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It was an entirely fortuitous and serendipitous encounter.  Major Howard was

sitting at a table outside Arlette Gondree’s cafe. (Arlette’s house was the first

French home to be liberated.)

I was in the company of Major Michael Hickey, a military historian who

was with my choir.  We were singing The Brahms Requiem seven times

in ten days, all over Normandy, along with a French choir and the

orchestra of Basse Normandie.  We sang in different towns

and we sang in German.  The audiences were in tears.  It was an

emotional and healing experience for all involved.


Photo: 9th June, 1944.  Wikimedia Commons


Pegasus Bridge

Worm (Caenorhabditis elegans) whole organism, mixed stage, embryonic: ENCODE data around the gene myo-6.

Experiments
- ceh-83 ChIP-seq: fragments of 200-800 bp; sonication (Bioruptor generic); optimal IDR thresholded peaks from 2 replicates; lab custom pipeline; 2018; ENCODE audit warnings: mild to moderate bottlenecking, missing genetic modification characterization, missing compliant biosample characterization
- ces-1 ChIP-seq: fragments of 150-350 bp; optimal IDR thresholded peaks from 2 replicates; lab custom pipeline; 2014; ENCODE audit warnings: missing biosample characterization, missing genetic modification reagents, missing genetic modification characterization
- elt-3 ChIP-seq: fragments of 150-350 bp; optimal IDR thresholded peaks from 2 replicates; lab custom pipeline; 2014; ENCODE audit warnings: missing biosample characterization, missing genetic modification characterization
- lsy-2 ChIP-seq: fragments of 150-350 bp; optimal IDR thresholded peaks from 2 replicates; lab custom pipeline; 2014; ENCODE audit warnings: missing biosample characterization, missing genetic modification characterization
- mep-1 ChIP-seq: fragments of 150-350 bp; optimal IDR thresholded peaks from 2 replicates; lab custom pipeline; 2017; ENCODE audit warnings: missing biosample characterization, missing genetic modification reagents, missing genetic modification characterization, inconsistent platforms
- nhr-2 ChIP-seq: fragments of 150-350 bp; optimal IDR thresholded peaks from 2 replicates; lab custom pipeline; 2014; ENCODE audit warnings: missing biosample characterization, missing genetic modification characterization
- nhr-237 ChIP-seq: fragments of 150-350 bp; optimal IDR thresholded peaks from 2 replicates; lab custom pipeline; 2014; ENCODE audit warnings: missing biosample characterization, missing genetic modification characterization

Generous gesture – German flag festoons,

hoisted with the Allied banners.  Bunching,

fussy boudoir blinds. Here swooping platoons,

like death’s head moths, stealthily came gliding.

Across the bridge John Howard bravely strode,

piper ahead, deflecting sniper shot.

Now European coaches block the road;

the dispassionate stamp postcards they’ve bought,

sending snapshots of Hell to those who knew

the mark of Caen first-hand. Wish you were here!

He was: a fact to startle and imbue

those that have eyes to see and ears to hear.

The café’s bright umbrellas shelter all

from noonday’s heat, so one could fail to spot

cool nonagenarian. By the wall,

hero’s crutches propped, ready for action.

His longest day is past; his time now short:

German beer his major satisfaction.